You really can see no relationship here? Probability amplitudes and probabilities are as distantly related as probabilities and differential equation?

Stephen Tashi
You really can see no relationship here? Probability amplitudes and probabilities are as distantly related as probabilities and differential equation?
State the abstract framework for probability amplitudes and define the probability spaces they imply and maybe you can convince me otherwise. Do this without referring to applications of the theories to physics. Then we'll see how mathematically related the theory of probability amplitudes is to the theory of probabiliy.

If we were to consider applications instead of theory then differential equations, probability amplitudes, and probability theory can be used together. From the point of view of certain applications, differential equations and probability theory are closely related.

PeterDonis
Mentor
State the abstract framework for probability amplitudes and define the probability spaces they imply and maybe you can convince me otherwise....Then we'll see how mathematically related the theory of probability amplitudes is to the theory of probabiliy.
So "probabilities are the squared moduli of probability amplitudes" doesn't count?

Stephen Tashi
So "probabilities are the squared moduli of probability amplitudes" doesn't count?
A probability isn't completely defined until it's probability space is specified. So "probabilities are the squared moduli of probability amplitudes" doesn't define a context for using probability amplitudes unless we assume we begin with a probability space and define probability amplitudes in terms of probabilities on that space. That would make probability amplitudes a function of probabilities, not a generalization of probabilities.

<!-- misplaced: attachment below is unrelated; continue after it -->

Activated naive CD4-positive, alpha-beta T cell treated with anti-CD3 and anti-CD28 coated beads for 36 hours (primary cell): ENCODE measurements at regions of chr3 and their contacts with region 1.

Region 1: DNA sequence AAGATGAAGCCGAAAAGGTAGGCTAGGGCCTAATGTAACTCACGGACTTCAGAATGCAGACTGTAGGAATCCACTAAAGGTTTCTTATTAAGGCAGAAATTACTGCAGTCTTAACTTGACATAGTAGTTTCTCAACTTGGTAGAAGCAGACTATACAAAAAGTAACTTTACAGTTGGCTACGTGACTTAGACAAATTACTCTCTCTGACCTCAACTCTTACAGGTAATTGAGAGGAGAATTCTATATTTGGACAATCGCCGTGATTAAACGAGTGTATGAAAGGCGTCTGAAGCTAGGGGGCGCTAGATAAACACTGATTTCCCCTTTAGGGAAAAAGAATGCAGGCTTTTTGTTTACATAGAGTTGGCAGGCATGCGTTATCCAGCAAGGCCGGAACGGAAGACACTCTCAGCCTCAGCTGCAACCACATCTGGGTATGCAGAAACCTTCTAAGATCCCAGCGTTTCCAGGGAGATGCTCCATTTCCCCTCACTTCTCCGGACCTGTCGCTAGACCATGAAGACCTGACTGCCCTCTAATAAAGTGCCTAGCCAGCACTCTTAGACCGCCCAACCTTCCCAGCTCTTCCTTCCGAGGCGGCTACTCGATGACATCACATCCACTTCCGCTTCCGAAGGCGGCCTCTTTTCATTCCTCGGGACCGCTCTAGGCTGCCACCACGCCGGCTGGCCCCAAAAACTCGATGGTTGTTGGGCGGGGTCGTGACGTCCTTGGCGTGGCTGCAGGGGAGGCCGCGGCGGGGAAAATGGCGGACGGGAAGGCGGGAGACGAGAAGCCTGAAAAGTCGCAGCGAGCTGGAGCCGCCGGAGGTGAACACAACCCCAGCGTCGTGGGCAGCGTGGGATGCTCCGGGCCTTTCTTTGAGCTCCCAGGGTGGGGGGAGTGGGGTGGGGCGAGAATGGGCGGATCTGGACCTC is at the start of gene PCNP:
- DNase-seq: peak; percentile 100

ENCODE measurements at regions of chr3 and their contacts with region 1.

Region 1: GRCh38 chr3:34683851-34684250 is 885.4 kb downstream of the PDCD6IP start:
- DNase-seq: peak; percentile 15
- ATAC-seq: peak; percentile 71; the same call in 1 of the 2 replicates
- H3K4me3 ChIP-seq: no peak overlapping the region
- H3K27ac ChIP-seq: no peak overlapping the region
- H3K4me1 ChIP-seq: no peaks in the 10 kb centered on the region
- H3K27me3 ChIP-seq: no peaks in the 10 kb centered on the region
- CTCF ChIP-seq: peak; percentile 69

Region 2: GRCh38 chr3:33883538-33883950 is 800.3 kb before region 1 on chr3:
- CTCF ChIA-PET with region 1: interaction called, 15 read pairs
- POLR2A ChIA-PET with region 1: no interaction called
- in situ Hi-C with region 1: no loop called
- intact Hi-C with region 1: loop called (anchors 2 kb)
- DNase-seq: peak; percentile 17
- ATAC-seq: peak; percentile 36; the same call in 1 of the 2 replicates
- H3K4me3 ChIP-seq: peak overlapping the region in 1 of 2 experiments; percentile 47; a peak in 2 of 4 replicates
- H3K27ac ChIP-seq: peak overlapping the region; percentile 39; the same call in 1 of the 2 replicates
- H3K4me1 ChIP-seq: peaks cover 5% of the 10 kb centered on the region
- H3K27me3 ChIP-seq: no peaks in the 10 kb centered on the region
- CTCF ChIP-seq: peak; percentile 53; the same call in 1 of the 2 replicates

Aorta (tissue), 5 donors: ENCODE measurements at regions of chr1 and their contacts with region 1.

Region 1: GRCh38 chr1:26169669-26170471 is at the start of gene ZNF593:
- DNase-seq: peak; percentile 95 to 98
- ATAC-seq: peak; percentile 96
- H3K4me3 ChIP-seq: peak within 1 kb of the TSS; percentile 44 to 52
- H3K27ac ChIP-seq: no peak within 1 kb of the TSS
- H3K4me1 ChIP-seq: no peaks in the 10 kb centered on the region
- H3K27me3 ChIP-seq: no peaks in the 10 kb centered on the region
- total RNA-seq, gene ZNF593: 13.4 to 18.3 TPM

Isn't the usual approach to probability amplitudes to define them in the context of a mathematical structure more complicated that simply a set of outcomes and its sigma algebra?

atyy
For finite dimensional systems, Holevo, Statistical Structure of Quantum Theory, p1-2 states:

Classical
1. the set of events $A \subset \Omega$ forms a Boolean algebra,
2. the set of probability distributions $P = [p_{1}, . . ., p_{N}]$ on $\Omega$ is a simplex, that is a convex set in which each point is uniquely expressible as a mixture (convex linear combination) of extreme points,
3. the set of random variables $X = [\lambda_{1} ... \lambda_{N}]$ on $\Omega$ forms a commutative algebra (under pointwise multiplication).

Quantum
1. the quantum logic of events is not a Boolean algebra; we do not have the distributivity law $E1 \land (E2 \lor E3) = (E1 \land E2) \lor (E1 \land E3)$ does not hold. Consequently there are no "elementary events" into which an arbitrary quantum event could be decomposed;
2. the convex set of states is not a simplex, that is, the representation of a density matrix as a mixture of extreme points is non-unique;
3. the complex linear hull of the set of observables is a non-commutative (associative) algebra.

• PeroK
Stephen Tashi
For finite dimensional systems, Holevo, Statistical Structure of Quantum Theory, p1-2 states: